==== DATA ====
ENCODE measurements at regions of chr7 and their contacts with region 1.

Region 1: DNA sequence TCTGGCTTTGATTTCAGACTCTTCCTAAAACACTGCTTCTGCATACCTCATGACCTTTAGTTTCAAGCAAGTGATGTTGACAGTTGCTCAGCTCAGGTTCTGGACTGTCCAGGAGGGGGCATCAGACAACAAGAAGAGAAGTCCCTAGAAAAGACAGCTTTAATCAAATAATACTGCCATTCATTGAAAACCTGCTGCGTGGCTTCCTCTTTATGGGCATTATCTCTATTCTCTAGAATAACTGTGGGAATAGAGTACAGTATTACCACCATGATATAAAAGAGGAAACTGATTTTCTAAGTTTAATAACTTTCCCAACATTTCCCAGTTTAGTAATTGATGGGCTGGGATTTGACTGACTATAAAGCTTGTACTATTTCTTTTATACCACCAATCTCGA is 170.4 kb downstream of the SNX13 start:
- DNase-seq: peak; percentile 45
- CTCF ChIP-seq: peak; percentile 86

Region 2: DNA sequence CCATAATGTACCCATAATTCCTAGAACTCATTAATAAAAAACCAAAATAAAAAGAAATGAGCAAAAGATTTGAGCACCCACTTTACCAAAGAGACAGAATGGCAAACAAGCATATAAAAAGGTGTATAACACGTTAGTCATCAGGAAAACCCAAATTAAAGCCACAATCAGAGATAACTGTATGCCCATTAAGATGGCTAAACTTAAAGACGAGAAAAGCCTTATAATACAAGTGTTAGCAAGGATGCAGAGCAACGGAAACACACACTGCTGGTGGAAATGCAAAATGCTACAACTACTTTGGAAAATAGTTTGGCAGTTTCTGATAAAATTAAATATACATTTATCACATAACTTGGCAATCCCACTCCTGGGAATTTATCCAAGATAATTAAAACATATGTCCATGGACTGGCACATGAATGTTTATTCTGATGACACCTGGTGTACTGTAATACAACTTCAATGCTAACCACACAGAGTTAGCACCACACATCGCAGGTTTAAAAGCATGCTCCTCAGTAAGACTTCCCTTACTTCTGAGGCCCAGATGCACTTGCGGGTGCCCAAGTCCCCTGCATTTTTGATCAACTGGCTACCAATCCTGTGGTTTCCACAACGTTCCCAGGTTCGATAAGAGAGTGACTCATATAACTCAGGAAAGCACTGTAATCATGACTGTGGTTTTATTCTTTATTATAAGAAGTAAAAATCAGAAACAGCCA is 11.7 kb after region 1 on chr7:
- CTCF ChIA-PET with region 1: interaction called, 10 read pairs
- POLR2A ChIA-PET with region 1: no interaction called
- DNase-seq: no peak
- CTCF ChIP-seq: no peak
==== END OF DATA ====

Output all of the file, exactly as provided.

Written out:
ENCODE measurements at regions of chr7 and their contacts with region 1.

Region 1: DNA sequence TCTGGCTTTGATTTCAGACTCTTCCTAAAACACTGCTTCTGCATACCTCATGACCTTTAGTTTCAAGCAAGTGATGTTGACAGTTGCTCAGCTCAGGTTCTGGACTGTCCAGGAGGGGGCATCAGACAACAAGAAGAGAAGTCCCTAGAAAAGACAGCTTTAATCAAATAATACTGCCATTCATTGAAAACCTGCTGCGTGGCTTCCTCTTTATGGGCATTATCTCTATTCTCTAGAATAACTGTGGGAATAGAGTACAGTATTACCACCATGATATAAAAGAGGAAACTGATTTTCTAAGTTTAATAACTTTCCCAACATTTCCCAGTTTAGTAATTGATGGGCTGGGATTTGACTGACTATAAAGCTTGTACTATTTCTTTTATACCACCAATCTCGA is 170.4 kb downstream of the SNX13 start:
- DNase-seq: peak; percentile 45
- CTCF ChIP-seq: peak; percentile 86

Region 2: DNA sequence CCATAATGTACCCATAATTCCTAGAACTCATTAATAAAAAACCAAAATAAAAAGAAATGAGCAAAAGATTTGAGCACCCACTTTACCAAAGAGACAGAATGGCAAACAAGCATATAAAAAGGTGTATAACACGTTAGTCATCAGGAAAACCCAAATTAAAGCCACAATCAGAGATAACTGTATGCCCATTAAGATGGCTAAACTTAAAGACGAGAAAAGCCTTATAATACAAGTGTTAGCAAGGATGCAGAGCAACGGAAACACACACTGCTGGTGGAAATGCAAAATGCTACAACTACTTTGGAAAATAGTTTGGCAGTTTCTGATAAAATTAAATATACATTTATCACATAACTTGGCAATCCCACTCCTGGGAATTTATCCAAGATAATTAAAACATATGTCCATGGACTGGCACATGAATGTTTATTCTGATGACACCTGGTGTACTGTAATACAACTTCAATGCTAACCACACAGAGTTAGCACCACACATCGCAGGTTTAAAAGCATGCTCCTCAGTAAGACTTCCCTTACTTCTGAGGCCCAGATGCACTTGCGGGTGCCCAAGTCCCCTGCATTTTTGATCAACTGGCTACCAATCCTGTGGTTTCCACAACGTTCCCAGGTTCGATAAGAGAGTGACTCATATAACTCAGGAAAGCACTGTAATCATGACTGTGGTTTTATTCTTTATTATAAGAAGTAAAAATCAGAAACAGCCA is 11.7 kb after region 1 on chr7:
- CTCF ChIA-PET with region 1: interaction called, 10 read pairs
- POLR2A ChIA-PET with region 1: no interaction called
- DNase-seq: no peak
- CTCF ChIP-seq: no peak